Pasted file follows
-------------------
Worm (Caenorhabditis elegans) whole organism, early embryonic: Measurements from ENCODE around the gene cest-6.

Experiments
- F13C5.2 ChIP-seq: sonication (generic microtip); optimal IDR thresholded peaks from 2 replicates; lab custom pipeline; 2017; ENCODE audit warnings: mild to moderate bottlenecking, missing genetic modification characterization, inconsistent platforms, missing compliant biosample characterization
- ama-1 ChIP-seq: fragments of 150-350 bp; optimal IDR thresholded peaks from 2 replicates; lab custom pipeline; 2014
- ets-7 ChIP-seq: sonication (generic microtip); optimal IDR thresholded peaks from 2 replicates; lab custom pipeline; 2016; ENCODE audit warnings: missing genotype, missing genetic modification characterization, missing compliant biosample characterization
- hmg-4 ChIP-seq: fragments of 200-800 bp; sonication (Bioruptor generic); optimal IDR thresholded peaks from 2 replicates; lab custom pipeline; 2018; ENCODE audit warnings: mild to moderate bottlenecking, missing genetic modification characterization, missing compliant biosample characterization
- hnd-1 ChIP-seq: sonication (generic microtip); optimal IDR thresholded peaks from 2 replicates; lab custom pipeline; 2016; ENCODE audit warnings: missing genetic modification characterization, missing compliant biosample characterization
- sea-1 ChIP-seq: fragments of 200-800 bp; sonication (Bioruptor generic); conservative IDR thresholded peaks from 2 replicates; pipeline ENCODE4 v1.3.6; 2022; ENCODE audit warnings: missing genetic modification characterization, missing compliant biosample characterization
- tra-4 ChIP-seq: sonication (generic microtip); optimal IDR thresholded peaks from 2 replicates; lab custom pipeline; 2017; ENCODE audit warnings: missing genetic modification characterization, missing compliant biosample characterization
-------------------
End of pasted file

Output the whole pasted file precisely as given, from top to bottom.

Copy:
Worm (Caenorhabditis elegans) whole organism, early embryonic: Measurements from ENCODE around the gene cest-6.

Experiments
- F13C5.2 ChIP-seq: sonication (generic microtip); optimal IDR thresholded peaks from 2 replicates; lab custom pipeline; 2017; ENCODE audit warnings: mild to moderate bottlenecking, missing genetic modification characterization, inconsistent platforms, missing compliant biosample characterization
- ama-1 ChIP-seq: fragments of 150-350 bp; optimal IDR thresholded peaks from 2 replicates; lab custom pipeline; 2014
- ets-7 ChIP-seq: sonication (generic microtip); optimal IDR thresholded peaks from 2 replicates; lab custom pipeline; 2016; ENCODE audit warnings: missing genotype, missing genetic modification characterization, missing compliant biosample characterization
- hmg-4 ChIP-seq: fragments of 200-800 bp; sonication (Bioruptor generic); optimal IDR thresholded peaks from 2 replicates; lab custom pipeline; 2018; ENCODE audit warnings: mild to moderate bottlenecking, missing genetic modification characterization, missing compliant biosample characterization
- hnd-1 ChIP-seq: sonication (generic microtip); optimal IDR thresholded peaks from 2 replicates; lab custom pipeline; 2016; ENCODE audit warnings: missing genetic modification characterization, missing compliant biosample characterization
- sea-1 ChIP-seq: fragments of 200-800 bp; sonication (Bioruptor generic); conservative IDR thresholded peaks from 2 replicates; pipeline ENCODE4 v1.3.6; 2022; ENCODE audit warnings: missing genetic modification characterization, missing compliant biosample characterization
- tra-4 ChIP-seq: sonication (generic microtip); optimal IDR thresholded peaks from 2 replicates; lab custom pipeline; 2017; ENCODE audit warnings: missing genetic modification characterization, missing compliant biosample characterization